#17
David Berhanu, Leah M Mattiaccio, Kevin M Antshel, Wanda Fremont, Frank A Middleton, Wendy R Kates
Dysfunction of cortical circuitry involving prefrontal cortex, cingulate gyrus and mesial temporal lobe has been implicated in the pathophysiology of psychotic symptoms. 22q11.2 deletion syndrome (22q11DS) is a neurogenetic disorder that comports a 25-fold increased risk of developing psychosis. Morphological changes in the neuroanatomy of this syndrome may represent a biological risk factor for the development of psychosis. The present study explored ratios between cortical volumes and the amygdala. We also explored relationships between these ratios and the eventual development of psychosis in youth with 22q11DS...
January 30, 2017: Psychiatry Research
https://www.readbyqxmd.com/read/27918562/resting-state-connectivity-biomarkers-define-neurophysiological-subtypes-of-depression
#18
Andrew T Drysdale, Logan Grosenick, Jonathan Downar, Katharine Dunlop, Farrokh Mansouri, Yue Meng, Robert N Fetcho, Benjamin Zebley, Desmond J Oathes, Amit Etkin, Alan F Schatzberg, Keith Sudheimer, Jennifer Keller, Helen S Mayberg, Faith M Gunning, George S Alexopoulos, Michael D Fox, Alvaro Pascual-Leone, Henning U Voss, B J Casey, Marc J Dubin, Conor Liston
Biomarkers have transformed modern medicine but remain largely elusive in psychiatry, partly because there is a weak correspondence between diagnostic labels and their neurobiological substrates. Like other neuropsychiatric disorders, depression is not a unitary disease, but rather a heterogeneous syndrome that encompasses varied, co-occurring symptoms and divergent responses to treatment. By using functional magnetic resonance imaging (fMRI) in a large multisite sample (n = 1,188), we show here that patients with depression can be subdivided into four neurophysiological subtypes ('biotypes') defined by distinct patterns of dysfunctional connectivity in limbic and frontostriatal networks...
January 2017: Nature Medicine
https://www.readbyqxmd.com/read/27891086/circuits-regulating-pleasure-and-happiness-mechanisms-of-depression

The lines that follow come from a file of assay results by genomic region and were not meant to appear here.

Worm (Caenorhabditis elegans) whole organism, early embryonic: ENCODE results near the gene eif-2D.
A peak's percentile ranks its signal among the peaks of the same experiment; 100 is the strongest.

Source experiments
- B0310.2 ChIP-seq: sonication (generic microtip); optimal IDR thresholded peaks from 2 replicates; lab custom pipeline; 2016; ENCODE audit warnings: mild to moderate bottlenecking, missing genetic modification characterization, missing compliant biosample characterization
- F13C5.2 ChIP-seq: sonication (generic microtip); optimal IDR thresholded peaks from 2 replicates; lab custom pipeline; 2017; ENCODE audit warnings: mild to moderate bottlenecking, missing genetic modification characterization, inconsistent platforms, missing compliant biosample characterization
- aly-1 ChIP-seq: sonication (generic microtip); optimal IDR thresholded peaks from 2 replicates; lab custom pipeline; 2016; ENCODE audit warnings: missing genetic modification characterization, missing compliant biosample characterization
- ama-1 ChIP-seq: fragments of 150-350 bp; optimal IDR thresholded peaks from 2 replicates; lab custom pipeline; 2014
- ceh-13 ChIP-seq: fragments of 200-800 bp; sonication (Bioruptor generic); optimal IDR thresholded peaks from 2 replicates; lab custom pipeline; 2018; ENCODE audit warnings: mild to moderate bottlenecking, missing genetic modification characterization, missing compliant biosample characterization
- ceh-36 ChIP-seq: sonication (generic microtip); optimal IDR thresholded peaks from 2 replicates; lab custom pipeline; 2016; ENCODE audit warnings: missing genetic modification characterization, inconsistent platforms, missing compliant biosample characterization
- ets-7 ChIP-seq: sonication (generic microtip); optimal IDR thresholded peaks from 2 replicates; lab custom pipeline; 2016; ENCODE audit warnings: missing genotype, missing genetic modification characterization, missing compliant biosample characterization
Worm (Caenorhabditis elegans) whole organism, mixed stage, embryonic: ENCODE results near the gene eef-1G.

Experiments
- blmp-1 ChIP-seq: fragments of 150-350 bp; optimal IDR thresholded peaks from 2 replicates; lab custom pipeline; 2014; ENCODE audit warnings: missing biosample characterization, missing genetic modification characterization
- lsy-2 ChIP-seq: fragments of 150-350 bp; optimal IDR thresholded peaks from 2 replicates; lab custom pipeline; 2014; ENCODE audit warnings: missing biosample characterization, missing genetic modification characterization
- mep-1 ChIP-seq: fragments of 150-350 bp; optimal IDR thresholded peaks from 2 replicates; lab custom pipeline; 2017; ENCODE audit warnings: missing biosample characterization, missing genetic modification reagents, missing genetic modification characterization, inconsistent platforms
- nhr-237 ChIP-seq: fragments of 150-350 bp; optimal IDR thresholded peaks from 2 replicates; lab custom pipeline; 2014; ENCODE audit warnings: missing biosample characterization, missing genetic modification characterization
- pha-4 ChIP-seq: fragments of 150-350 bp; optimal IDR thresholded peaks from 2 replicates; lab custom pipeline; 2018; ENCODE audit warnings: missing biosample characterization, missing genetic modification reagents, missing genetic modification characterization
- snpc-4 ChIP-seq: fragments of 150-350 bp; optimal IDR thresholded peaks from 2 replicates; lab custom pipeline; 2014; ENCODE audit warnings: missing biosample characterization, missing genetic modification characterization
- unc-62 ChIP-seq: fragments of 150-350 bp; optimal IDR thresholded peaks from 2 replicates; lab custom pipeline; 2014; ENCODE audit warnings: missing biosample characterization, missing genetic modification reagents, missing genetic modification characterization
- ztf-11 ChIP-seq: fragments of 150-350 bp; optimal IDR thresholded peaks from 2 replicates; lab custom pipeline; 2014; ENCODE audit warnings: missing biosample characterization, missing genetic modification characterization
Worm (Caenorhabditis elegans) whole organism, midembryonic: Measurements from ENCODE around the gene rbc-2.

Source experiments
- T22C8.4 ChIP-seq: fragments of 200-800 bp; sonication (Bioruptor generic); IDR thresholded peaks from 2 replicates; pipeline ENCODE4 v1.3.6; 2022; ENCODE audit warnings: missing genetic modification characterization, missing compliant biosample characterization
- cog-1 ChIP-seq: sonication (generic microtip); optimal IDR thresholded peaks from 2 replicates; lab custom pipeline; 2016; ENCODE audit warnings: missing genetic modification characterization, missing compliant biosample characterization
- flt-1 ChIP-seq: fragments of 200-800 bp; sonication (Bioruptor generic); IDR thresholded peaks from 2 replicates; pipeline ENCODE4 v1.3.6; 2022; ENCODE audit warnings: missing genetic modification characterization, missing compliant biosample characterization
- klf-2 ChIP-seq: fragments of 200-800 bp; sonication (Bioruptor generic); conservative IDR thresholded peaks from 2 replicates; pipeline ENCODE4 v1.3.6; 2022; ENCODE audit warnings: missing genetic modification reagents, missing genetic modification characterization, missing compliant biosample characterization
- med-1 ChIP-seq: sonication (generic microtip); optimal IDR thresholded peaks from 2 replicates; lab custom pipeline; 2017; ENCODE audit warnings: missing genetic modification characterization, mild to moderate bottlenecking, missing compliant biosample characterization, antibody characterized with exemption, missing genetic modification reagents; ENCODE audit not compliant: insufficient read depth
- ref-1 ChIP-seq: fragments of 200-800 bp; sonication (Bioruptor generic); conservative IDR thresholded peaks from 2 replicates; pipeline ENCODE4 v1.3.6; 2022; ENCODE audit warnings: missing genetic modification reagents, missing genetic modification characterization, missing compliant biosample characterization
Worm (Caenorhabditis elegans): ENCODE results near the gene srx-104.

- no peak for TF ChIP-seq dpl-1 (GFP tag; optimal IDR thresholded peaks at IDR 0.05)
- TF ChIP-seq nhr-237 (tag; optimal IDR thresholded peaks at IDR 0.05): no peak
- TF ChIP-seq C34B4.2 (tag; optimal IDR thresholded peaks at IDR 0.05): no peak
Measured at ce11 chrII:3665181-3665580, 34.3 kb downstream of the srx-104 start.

#19
Anton J M Loonen, Svetlana A Ivanova
According to our model of the regulation of appetitive-searching vs. distress-avoiding behaviors, the motivation to display these essential conducts is regulated by two parallel cortico-striato-thalamo-cortical, re-entry circuits, including the core and the shell parts of the nucleus accumbens, respectively. An entire series of basal ganglia, running from the caudate nucleus on one side, to the centromedial amygdala on the other side, controls the intensity of these reward-seeking and misery-fleeing behaviors by stimulating the activity of the (pre)frontal and limbic cortices...
2016: Frontiers in Human Neuroscience
https://www.readbyqxmd.com/read/27889469/changes-in-neural-circuitry-associated-with-depression-at-pre-clinical-pre-motor-and-early-motor-phases-of-parkinson-s-disease
#20
REVIEW
Janina Borgonovo, Camilo Allende-Castro, Almudena Laliena, Néstor Guerrero, Hernán Silva, Miguel L Concha
Although Parkinson's Disease (PD) is mostly considered a motor disorder, it can present at early stages as a non-motor pathology. Among the non-motor clinical manifestations, depression shows a high prevalence and can be one of the first clinical signs to appear, even a decade before the onset of motor symptoms. Here, we review the evidence of early dysfunction in neural circuitry associated with depression in the context of PD, focusing on pre-clinical, pre-motor and early motor phases of the disease. In the pre-clinical phase, structural and functional changes in the substantia nigra, basal ganglia and limbic structures are already observed...
November 21, 2016: Parkinsonism & related Disorders